Apple in Trouble in Canada for Planned Obsolescence of Devices

News Apple Planned Obsolescence Featured2

Apple has been fighting this for a few years. Once iPhone users learned that the company intentionally slowed down devices with older batteries, it has been the assumption that this was done for the purpose of forcing people to buy new phones and not hold on to their older ones. This has been disproven, but the fight rages on.

Despite Apple’s “planned obsolescence” being disproven, they have lost a lawsuit in Quebec, Canada. The litigation reached Quebec’s Supreme Court, and they decided Apple was dishonest with their claims regarding their devices with a rechargeable battery and weren’t clear regarding the AppleCare and AppleCare+ coverage.

Lawsuit Decision

The lawsuit against Apple alleged the company was dishonest with Quebec residents who bought Apple devices after December 29, 2014, and those who purchased the extra warranty coverage after December 20, 2015.

The claim worked off Apple’s admissions that it intentionally slowed down devices with older batteries to prevent then from randomly shutting down. One of the plaintiffs had an iPhone 5 that they said became “completely useless” after going through an Apple software update.

Along with the phone battery issue, however, the lawsuit complained that Apple wasn’t clear with customers regarding the AppleCare extended warranty. It’s their belief the coverage that is provided isn’t worth the price they charge for it.

News Apple Planned Obsolescence Charging

Unclear in fliers for the lawsuit was what they considered a “reasonable” amount of time would be for batteries to last. Lithium-ion batteries all become less useful as they age. This will affect battery life, which will then affect the performance of a device.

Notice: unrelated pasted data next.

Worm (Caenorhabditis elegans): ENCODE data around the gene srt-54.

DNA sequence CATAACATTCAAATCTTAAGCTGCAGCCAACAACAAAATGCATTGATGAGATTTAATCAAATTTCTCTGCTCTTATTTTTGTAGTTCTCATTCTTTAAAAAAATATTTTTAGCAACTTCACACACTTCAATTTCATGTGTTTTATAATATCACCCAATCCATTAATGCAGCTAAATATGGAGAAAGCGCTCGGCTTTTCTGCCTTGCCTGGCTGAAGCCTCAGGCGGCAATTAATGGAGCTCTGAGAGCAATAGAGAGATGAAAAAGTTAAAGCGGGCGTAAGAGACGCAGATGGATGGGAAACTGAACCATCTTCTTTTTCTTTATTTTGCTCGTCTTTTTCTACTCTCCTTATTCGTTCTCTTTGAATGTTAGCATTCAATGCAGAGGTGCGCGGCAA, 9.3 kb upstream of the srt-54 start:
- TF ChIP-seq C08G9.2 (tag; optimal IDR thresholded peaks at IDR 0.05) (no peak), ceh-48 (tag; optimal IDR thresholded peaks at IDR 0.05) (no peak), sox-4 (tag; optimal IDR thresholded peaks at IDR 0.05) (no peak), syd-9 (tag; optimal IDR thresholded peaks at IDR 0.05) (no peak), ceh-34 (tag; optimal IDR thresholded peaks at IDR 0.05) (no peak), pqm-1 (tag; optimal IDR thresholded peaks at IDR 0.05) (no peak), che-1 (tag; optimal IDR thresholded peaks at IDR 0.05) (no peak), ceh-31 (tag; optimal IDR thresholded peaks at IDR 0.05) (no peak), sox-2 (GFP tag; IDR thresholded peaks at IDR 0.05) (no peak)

This happens with all devices, whether they are Apple or not and is why batteries are considered consumables, meaning they often aren’t protected by consumer laws.

Also not clear was Apple’s intention when it intentionally began slowing devices with older batteries down when they pushed out the iOS 10.2.1 update.

Yet, this was not planned obsolescence. Apple started slowing down the devices, performance throttling, to prevent them from randomly slowing down, something that happens with all older lithium-ion batteries.

Apple issued performance updates to fix the problem with the current iOS 12, issued a cheaper battery replacement program, and will implement new methods of saving the battery in iOS 13, which is expected to be released this coming September.

Apple Loses Lawsuit

Nevertheless, Quebec’s Supreme Court has decided residents who bought an Apple device or the AppleCare extended warranty may be eligible for up to $300 in compensation. However, this only applies to Quebec residents.

The question remains, however, if this will reach Apple users elsewhere and continue the disinformation being spread that Apple implements planned obsolescence, even though the companies feels throttling performance is better than the batteries becoming unusable as they age.